Academic journal article Public Personnel Management

Deprofessionalization and the Organizational Life Cycle: The Case of Community Service Agencies

Academic journal article Public Personnel Management

Deprofessionalization and the Organizational Life Cycle: The Case of Community Service Agencies

Article excerpt

Deprofessonialization and the Organizational Life Cycle: The Case of Community Service Agencies

Little attention has been given to professional management of human service organizations. The trend of clinicians and service-providing experts in these organizations becoming executives ought to be examined. The role of professionals in the management of human service organizations became a recent focus of interest due to these agencies' unique characteristics of service provision.(1) Because of these characteristics. the human service organizations heavily depend on their professionals to skillfully provide specific services to target populations.(2)

This paper examines the incorporation of professionals as executives in the Community Service Agencies (CSAs) in Israel (1976 to 1988). By 'professionalization' we mean the recruiting of executives who graduated a special one year executive program at the university. or have at least a B.A. degree in the social sciences.

The analysis of the tensions between professionalization and deprofessionalization in human service organization management is based on the integration of the organizational life cycle model and the resource dependence theory.

Theoretical Framework

Most theoretical frameworks of the organizational life cycle, as part of the business literature relate to the growth of a firm and its survival.(3) Several other aspects have been studied. such as the relationship between power and life cycle,(4) between organizational federations and life cycle(5) and between management of human resources and life cycle.(6)

An integrated model was presented by Quin and Cameron 1983(7) relating to other works.(8) The integrated model starts with the entrepreneurial stage and moves through the collectivity stage, the formalization and control stage, and a structure elaboration and adaptation stage.

In the entrepreneurial stage, executive dominance is established through personal, informal management patterns and structure, flexible communication and coordination procedures both within the organization and with its environment. Personal attention and rewards are given for the mobilization of resources and attainment of legitimacy for the organizational domain from the external environments. The creation of the organization's ideology, and the paternalistic reward system does not rely only on the level of professionalization of the executive, but rather on his/her entrepreneurial skills.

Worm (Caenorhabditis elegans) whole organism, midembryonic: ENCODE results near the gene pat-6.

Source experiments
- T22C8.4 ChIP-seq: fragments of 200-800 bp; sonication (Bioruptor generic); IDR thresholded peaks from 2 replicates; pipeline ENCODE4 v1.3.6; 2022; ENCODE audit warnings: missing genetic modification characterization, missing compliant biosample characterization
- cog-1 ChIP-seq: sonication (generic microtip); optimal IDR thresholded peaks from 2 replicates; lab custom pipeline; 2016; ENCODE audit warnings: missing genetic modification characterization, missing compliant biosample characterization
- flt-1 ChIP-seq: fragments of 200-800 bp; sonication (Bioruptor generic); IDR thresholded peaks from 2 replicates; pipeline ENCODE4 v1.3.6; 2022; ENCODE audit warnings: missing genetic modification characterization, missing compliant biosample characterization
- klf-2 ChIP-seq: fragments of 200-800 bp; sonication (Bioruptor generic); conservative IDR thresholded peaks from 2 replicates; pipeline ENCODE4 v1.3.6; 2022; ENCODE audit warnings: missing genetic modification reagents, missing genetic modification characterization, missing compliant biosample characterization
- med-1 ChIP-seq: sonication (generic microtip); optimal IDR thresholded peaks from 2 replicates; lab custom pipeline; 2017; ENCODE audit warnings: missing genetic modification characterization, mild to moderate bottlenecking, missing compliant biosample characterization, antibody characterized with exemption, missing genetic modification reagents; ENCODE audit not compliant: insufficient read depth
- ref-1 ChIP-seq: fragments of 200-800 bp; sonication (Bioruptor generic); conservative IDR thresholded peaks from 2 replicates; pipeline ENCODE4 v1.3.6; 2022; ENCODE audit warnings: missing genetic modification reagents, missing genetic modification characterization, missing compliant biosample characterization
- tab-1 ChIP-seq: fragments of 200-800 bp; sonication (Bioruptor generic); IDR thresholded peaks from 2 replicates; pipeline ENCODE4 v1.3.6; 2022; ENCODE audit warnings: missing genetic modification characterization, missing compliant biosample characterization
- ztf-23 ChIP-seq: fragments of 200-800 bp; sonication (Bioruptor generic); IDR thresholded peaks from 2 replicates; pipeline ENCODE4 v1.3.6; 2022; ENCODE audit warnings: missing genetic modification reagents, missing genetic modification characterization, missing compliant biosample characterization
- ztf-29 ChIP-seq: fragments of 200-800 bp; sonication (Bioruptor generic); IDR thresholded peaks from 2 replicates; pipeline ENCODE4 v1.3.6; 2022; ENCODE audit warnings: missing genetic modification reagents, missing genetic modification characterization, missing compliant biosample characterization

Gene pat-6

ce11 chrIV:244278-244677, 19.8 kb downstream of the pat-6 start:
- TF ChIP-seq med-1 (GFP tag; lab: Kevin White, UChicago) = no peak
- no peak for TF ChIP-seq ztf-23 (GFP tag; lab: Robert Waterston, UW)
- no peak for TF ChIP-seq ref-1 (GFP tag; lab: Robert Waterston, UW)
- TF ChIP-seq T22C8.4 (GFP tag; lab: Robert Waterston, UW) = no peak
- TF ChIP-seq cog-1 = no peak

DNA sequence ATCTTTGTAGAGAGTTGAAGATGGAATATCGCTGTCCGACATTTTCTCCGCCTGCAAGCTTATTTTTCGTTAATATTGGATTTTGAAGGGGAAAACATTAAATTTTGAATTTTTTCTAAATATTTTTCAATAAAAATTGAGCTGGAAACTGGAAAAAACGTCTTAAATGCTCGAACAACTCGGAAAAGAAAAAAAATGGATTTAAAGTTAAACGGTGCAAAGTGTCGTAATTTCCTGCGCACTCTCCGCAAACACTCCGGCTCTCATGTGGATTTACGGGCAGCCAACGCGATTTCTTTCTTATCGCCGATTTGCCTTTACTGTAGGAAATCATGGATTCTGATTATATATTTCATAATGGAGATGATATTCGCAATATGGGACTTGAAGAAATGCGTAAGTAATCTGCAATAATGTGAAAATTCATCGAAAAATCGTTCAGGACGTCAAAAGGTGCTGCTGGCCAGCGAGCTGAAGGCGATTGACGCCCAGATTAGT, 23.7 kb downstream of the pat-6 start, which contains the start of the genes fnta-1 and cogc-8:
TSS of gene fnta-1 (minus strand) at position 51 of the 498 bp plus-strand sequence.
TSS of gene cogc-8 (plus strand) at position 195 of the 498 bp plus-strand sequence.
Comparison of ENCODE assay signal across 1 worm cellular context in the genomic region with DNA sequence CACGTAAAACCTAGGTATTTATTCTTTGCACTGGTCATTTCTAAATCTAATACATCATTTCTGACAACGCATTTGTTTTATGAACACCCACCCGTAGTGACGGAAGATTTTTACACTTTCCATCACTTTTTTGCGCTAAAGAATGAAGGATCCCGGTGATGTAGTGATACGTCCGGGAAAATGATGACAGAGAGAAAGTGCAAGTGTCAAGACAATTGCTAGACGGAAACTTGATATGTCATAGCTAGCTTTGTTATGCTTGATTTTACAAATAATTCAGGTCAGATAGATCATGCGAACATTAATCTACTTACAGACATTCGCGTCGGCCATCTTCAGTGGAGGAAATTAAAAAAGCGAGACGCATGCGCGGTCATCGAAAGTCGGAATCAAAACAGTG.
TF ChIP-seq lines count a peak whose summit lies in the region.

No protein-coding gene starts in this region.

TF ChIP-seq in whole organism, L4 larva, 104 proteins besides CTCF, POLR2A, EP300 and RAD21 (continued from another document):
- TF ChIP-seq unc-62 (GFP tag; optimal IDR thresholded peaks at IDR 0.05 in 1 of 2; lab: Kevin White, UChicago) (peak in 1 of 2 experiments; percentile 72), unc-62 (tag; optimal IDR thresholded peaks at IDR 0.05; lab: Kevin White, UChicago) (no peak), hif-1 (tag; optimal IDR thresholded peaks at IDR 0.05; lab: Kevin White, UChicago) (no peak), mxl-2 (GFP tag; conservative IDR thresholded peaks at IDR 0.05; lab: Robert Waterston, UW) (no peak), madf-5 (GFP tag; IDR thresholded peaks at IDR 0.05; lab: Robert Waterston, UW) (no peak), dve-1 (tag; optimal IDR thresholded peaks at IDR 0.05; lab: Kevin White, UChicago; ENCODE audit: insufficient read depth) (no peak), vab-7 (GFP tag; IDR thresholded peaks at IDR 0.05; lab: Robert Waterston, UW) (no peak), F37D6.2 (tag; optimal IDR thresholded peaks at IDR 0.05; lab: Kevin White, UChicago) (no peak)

The collectivity stage is characterized by participative management and team building. A sense of mission comes from the executive's vision, feeds the organizational ideology and sets a commitment to the organization's goals. Decision making still leans on intuition rather than scientific knowledge.

The third stage, of formalization and control, is based on processes of formalization, stabilization and institutionalization. The executive emphasizes procedures of achieving and maintaining efficiency, reducing flexibility, and strengthening the elements of professionalism and professional management.(9) The growth of professional bureaucracy, which is a result of functional growth. brings with it technical specialization, also adding to the formalization of the structure.(10)

The fourth stage - the elaboration of the structure - is characterized by highly professional, specialized management, allowing for processes of decentralization and diversification. The expansion of the organizational domain, the search for mechanisms of adaptation to changing environments and for growth opportunities, and strategic changes require such a professional leadership. Decentralization is also accompanied by finding mechanisms of coordination(11) concentrating on managing interdependence among organizations.

The theoretical framework assumes that along its life cycle, organizations, as open systems, depend on the external environment to obtain resources. …

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